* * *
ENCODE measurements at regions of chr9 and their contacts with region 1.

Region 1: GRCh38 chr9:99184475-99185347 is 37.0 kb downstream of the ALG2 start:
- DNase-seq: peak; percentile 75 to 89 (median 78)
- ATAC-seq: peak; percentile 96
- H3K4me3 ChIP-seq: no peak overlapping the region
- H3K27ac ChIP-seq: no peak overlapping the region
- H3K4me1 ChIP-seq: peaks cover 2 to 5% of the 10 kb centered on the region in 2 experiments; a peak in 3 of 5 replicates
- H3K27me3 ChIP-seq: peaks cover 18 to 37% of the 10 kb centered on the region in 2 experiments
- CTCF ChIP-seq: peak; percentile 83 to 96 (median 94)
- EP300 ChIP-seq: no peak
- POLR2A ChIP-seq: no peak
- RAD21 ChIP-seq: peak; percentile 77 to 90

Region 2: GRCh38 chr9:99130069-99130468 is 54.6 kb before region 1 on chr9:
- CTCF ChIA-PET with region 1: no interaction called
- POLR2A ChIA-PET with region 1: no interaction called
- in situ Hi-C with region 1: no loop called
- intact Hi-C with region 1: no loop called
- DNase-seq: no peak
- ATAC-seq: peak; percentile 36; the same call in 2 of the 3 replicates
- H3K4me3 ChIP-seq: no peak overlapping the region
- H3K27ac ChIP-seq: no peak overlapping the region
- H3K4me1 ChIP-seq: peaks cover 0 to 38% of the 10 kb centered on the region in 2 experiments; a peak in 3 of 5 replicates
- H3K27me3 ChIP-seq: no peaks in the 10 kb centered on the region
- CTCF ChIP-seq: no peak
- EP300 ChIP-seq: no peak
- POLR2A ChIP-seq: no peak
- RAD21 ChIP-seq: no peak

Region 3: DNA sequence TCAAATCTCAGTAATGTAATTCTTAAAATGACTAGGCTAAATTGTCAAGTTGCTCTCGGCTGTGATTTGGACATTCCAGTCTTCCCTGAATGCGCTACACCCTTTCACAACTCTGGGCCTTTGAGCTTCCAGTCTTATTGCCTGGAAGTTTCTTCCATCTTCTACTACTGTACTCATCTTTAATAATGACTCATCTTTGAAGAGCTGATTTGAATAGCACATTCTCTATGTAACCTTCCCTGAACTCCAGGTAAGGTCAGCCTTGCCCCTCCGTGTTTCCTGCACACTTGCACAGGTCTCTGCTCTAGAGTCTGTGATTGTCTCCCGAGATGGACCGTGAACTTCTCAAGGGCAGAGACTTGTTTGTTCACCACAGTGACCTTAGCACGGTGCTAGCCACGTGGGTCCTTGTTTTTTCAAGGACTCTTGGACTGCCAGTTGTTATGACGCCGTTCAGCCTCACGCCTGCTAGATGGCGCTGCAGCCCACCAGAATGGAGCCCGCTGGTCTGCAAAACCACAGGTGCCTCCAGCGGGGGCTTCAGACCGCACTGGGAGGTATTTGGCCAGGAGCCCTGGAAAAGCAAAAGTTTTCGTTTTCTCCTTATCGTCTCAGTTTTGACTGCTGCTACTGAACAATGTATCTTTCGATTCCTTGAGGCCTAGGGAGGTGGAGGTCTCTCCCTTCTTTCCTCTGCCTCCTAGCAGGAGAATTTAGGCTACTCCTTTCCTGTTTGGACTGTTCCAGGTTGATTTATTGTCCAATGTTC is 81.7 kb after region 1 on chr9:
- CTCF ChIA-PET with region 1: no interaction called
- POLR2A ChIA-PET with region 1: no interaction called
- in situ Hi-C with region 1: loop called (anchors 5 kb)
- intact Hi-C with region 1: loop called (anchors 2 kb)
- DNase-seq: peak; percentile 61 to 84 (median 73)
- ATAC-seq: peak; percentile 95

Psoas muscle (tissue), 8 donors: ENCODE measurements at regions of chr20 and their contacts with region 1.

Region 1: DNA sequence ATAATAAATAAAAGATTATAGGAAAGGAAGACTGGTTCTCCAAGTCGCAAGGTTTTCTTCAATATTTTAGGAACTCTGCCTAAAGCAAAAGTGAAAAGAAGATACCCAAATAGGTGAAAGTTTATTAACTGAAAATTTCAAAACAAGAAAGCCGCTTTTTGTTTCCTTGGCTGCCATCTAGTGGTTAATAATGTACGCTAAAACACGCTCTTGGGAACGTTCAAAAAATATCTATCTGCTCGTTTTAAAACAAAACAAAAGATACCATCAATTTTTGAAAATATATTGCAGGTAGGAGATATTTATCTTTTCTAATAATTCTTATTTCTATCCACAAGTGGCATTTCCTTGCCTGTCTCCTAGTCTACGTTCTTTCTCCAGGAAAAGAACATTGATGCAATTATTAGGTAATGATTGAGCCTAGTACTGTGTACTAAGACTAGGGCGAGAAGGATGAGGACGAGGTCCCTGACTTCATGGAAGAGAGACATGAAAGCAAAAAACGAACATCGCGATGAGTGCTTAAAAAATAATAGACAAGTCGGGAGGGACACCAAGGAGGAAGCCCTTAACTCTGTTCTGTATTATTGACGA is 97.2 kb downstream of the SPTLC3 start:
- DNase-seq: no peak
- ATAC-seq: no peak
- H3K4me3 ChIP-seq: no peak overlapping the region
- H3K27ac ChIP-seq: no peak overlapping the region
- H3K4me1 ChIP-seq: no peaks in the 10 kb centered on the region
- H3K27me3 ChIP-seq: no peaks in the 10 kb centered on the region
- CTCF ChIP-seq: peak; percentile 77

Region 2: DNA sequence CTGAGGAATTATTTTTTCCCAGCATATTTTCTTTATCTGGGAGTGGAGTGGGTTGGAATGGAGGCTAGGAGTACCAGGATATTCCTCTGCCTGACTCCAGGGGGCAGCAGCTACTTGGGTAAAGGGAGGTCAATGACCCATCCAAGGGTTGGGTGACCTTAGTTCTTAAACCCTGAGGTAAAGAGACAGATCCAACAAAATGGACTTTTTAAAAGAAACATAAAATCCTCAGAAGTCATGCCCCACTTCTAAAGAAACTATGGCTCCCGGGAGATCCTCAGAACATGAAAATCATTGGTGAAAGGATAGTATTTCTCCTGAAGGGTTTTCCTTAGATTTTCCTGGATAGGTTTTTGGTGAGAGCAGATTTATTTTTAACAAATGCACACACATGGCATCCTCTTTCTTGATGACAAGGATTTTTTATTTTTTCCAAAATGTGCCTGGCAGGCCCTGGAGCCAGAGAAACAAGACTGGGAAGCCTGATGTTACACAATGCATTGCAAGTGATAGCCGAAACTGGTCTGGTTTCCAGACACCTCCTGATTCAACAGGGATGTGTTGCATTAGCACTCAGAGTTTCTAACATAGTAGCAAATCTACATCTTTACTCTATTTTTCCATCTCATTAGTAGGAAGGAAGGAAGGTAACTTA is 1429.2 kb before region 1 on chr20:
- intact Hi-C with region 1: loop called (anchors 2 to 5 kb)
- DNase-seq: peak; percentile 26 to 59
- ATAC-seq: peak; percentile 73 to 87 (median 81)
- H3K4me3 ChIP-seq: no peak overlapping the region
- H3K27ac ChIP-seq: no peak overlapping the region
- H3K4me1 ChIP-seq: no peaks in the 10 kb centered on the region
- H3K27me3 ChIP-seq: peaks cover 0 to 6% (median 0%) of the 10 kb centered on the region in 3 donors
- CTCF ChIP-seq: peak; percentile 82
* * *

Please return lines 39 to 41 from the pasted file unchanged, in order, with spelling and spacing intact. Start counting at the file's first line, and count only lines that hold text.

- H3K4me3 ChIP-seq: no peak overlapping the region
- H3K27ac ChIP-seq: no peak overlapping the region
- H3K4me1 ChIP-seq: no peaks in the 10 kb centered on the region